The anterior cruciate ligament (ACL) is a frequent victim of injury among athletes and non-athletes alike. If this ligament is torn, most people, especially young and active people, benefit from surgery to restore the ligament. For a select few, Dr. Pace may be able to offer ACL repair. But for most patients, at least for now, the more conventional option of ACL reconstruction is the appropriate choice.
The term “ACL reconstruction” is used because this surgery literally involves rebuilding, or “reconstructing” a torn ACL. Tissue taken from somewhere else is used to create a new ligament. This tissue can come from you (called “autograft”) or from a cadaver (“allograft”). While it would be nice to use tissue from someone else, the numbers tell us that the re-tear rate for allograft tissue for ACL reconstruction is higher than what it is for your own tissue. Thus, for the young athlete, autograft tissue is almost universally recommended. Allograft tissue still has a place, but it plays a limited role for most young patients.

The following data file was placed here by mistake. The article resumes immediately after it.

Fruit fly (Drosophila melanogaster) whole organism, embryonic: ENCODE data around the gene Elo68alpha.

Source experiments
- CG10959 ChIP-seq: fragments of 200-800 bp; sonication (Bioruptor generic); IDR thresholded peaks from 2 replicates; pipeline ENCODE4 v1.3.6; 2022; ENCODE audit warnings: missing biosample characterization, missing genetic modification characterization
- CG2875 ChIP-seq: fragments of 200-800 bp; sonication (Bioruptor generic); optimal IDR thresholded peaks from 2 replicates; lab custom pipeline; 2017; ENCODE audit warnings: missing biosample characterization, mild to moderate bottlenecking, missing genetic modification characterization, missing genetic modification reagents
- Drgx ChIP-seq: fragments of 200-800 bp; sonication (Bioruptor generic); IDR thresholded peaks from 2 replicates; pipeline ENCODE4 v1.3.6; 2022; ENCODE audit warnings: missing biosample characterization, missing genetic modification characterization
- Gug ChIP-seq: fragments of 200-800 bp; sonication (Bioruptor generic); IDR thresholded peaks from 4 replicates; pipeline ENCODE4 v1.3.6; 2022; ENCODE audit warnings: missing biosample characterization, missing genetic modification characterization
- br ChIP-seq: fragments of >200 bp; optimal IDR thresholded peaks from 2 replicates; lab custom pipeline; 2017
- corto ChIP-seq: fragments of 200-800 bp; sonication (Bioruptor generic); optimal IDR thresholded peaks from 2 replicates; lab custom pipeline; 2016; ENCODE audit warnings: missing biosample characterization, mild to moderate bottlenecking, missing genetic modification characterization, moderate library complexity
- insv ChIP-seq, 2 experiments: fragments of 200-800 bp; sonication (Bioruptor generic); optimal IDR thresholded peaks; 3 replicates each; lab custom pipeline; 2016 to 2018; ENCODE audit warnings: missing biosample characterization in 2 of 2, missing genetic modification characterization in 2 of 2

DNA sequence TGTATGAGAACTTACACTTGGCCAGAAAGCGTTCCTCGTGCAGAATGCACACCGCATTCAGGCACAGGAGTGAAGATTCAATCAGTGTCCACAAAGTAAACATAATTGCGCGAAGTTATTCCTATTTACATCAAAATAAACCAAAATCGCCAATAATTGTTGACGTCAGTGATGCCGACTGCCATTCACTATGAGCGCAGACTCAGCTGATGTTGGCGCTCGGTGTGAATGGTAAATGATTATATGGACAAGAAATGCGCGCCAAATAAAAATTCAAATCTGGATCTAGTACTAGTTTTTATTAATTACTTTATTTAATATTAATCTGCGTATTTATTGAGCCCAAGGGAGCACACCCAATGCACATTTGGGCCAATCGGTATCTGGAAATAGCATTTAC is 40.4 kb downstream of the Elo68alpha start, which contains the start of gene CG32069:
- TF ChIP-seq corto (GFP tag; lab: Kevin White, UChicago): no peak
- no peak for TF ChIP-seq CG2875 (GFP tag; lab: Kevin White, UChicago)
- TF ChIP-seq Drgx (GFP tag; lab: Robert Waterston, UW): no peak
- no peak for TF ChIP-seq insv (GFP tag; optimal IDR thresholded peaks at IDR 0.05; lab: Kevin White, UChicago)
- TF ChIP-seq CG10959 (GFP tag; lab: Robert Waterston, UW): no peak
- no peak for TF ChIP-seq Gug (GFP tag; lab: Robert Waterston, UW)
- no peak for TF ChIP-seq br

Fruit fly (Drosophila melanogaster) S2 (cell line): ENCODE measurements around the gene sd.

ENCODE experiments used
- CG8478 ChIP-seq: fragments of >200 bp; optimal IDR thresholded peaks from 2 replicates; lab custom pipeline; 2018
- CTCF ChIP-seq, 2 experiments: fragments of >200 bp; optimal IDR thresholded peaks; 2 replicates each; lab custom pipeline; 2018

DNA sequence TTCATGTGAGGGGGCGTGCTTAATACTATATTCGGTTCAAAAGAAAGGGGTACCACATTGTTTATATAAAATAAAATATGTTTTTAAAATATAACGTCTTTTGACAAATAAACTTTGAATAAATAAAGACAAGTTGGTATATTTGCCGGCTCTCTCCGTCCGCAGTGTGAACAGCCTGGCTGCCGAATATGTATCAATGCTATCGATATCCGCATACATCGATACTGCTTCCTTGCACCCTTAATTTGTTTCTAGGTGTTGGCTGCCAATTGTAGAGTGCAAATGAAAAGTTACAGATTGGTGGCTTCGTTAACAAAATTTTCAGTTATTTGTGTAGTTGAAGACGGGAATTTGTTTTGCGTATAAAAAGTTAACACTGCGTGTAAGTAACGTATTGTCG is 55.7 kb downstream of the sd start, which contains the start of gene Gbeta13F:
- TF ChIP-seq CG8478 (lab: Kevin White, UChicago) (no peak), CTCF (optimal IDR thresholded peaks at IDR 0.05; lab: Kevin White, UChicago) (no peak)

There are three principle autograft choices: bone-patellar tendon-bone, hamstrings, and the quadriceps tendon. While any of these tissues, or “grafts”, can give a patient an excellent new ACL, there are a few things to think about. The patellar tendon graft has a high rate of “donor site morbidity”. In other words, it can create problems in the spot where you took it from. The hamstrings don’t create as many problems in that regards but sometimes they can be quite small and small ACL grafts have a higher rate of retearing. The quadriceps tendon mitigates both of these problems because it is the largest tendon in the knee and it can be harvested in such a way that there is little to no donor site morbidity. With new technology, this graft can be harvested through a very small, cosmetic scar. At this point, Dr. Pace uses the quadriceps tendon almost exclusively, including for skeletally immature patients.
Contact our office now at (860) 837-9220 to set up an evaluation and consultation to discuss all your ACL injury options.